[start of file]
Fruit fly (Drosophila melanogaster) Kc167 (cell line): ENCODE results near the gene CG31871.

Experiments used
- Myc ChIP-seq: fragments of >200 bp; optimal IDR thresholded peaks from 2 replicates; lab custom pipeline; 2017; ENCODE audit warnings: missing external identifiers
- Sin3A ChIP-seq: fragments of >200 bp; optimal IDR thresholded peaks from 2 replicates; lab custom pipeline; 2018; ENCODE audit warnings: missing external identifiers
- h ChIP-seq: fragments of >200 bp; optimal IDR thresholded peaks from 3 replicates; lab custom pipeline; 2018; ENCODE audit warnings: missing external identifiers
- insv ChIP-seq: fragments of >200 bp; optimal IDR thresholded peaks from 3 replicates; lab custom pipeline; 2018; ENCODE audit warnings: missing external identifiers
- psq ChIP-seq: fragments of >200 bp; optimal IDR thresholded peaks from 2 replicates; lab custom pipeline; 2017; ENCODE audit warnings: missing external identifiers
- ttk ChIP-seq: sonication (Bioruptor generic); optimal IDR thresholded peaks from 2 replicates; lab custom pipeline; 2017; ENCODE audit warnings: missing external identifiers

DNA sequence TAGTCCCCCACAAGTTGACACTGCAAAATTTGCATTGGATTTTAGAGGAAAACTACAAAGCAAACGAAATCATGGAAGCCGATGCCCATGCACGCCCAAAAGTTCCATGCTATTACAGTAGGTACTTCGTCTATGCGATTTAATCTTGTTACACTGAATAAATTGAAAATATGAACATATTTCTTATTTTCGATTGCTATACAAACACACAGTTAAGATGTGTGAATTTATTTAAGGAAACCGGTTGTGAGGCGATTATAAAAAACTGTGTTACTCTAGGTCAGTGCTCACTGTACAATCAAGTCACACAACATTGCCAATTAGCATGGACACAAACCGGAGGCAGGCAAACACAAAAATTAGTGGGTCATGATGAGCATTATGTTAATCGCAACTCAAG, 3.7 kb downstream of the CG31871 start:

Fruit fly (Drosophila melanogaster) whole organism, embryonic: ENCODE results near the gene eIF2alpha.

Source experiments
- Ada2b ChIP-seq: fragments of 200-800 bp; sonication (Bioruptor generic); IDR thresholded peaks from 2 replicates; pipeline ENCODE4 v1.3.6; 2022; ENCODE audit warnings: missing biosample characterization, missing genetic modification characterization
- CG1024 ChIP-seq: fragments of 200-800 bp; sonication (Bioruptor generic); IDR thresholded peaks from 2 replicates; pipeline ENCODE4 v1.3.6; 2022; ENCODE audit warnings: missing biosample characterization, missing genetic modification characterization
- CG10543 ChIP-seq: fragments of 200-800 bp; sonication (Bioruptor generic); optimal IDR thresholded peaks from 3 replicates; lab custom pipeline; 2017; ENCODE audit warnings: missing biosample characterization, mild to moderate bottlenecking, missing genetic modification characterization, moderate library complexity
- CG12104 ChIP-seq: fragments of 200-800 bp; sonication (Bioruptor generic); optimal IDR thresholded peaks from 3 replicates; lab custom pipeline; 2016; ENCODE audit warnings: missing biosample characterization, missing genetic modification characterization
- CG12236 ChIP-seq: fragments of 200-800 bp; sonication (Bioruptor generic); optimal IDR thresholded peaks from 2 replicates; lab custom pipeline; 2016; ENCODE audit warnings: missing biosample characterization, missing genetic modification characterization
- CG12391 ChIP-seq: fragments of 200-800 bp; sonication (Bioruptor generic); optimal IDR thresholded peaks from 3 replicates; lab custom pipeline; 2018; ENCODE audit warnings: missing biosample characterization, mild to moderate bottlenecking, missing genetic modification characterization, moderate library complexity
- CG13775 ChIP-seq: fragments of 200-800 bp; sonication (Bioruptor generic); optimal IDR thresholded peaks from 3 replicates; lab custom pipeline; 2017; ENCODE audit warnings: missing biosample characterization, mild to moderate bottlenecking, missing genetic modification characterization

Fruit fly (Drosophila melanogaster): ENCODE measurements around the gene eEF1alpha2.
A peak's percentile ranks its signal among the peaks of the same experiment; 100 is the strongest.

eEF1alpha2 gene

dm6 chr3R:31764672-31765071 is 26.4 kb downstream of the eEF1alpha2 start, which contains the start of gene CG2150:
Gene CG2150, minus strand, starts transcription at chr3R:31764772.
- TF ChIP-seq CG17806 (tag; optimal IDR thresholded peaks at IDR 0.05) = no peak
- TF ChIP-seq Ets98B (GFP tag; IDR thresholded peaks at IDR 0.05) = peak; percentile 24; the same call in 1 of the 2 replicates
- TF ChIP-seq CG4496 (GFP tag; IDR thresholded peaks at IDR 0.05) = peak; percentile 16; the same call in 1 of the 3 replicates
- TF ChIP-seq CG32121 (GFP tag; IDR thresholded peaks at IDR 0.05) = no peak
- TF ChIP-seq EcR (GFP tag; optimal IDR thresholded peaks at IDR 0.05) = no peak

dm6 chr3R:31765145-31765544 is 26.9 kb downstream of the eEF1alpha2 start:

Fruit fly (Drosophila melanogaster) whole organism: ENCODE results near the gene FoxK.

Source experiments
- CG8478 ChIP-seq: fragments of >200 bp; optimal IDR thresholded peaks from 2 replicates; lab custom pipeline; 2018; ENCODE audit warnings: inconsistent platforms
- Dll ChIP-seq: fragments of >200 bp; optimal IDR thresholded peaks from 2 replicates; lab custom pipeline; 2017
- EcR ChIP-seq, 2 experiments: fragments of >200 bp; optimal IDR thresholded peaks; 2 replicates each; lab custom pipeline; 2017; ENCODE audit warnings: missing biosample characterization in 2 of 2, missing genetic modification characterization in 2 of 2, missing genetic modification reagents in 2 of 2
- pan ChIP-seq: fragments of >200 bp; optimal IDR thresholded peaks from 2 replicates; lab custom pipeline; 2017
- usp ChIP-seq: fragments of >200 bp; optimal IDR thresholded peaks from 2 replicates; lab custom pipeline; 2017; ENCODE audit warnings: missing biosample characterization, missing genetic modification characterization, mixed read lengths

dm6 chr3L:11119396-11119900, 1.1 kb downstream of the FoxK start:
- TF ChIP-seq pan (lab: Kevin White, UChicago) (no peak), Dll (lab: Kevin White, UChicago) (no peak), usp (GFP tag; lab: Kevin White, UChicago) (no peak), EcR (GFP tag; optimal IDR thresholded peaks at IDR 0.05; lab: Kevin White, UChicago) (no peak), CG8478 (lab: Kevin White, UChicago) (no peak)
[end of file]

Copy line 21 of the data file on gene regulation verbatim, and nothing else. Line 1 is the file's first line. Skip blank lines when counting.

eEF1alpha2 gene